The United States Court of Appeals for the Fifth Circuit, one of the most right-wing courts in the country, sanctioned a former high school cheerleader because she brought a lawsuit claiming that she shouldn’t be required to cheer for her alleged rapist:

The former cheerleader and her family are appealing the ruling by the Fifth U.S. Circuit Court of Appeals in New Orleans, which includes an order to pay the school district’s legal fees on the grounds their suit was far-fetched and frivolous. […]

H.S., then 16, attended a party in her hometown of Silsbee, Texas, in October 2008. She said she was dragged into a room, thrown onto the floor by several youths and raped by Rakheem Bolton, a star on the school’s football and basketball teams.

Bolton and a teammate were arrested two days later, but were allowed to return to school after a county grand jury declined to indict them. They were later indicted on sexual assault charges, but in the interim came the February 2009 incident on the basketball court.

H.S. joined in leading cheers for the Silsbee High team. But when Bolton went to the foul line, and the cheers included his name, she stepped back, folded her arms and sat down.

This decision is hardly the first time the right-wing Fifth Circuit has come under scrutiny for its harsh judgments. As the Wonk Room noted earlier this year, the overwhelming majority of Fifth Circuit judges are invested in the oil industry, and both of the judges who voted against reinstating a drilling moratorium during the Gulf oil disaster attended oil industry-funded junkets. In one case brought by Katrina victims against the energy industry, so many judges were required to recuse themselves that there weren’t enough judges left to hear an appeal.

Yet, even in a circuit known for its knee-jerk ideology, the cheerleader rape case was heard by an unusually radical panel of three judges. Judges Emilio Garza and Edith Clement were both on President George W. Bush’s “short list” for potential Supreme Court nominees, and Clement serves on the board of the leading organization providing industry-funded junkets for judges. The third judge, Priscilla Owen, took thousands of dollars worth of campaign contributions from Enron and then wrote a key opinion reducing Enron’s taxes by $ 15 million when she sat on the Texas Supreme Court. The panel did not include the court’s chief judge, Edith Jones, who has her own history of ignoring the pleas of women who are sexually harassed or assaulted.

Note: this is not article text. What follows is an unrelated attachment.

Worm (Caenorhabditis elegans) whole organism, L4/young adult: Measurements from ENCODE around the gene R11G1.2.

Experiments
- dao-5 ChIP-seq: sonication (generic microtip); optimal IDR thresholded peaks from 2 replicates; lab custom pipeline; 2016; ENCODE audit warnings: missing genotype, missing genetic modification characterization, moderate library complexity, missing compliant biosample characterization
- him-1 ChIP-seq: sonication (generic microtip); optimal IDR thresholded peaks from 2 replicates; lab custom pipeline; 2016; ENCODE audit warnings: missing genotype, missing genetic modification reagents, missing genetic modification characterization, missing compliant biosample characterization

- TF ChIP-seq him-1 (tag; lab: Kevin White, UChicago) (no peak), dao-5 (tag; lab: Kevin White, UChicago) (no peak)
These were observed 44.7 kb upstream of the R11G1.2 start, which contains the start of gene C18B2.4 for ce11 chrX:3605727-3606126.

(HT: Howard Bashman)

ThinkProgress

Shortly After Major Bush Donor Takes Over MSNBC, Network Selectively Applies Rules To Suspend Olbermann

November 5, 2010 · Posted in The Capitol · Comment 

Earlier today, MSNBC declared that it would be suspending progressive host Keith Olbermann because he violated NBC’s ethics rules by donating to three Democratic candidates for Congress. As many bloggers have noted, conservative MSNBC host Joe Scarborough has donated to Republican candidates for Congress while promoting the same candidate on air, but has never been disciplined. Moreover, Gawker notes that MSNBC has been exempt from the formal NBC ethics rules for years. It is still a mystery why MSNBC selectively applied NBC’s ethics rules to Olbermann. However, it important to realize that MSNBC has undergone a fundamental change in leadership in the last two months.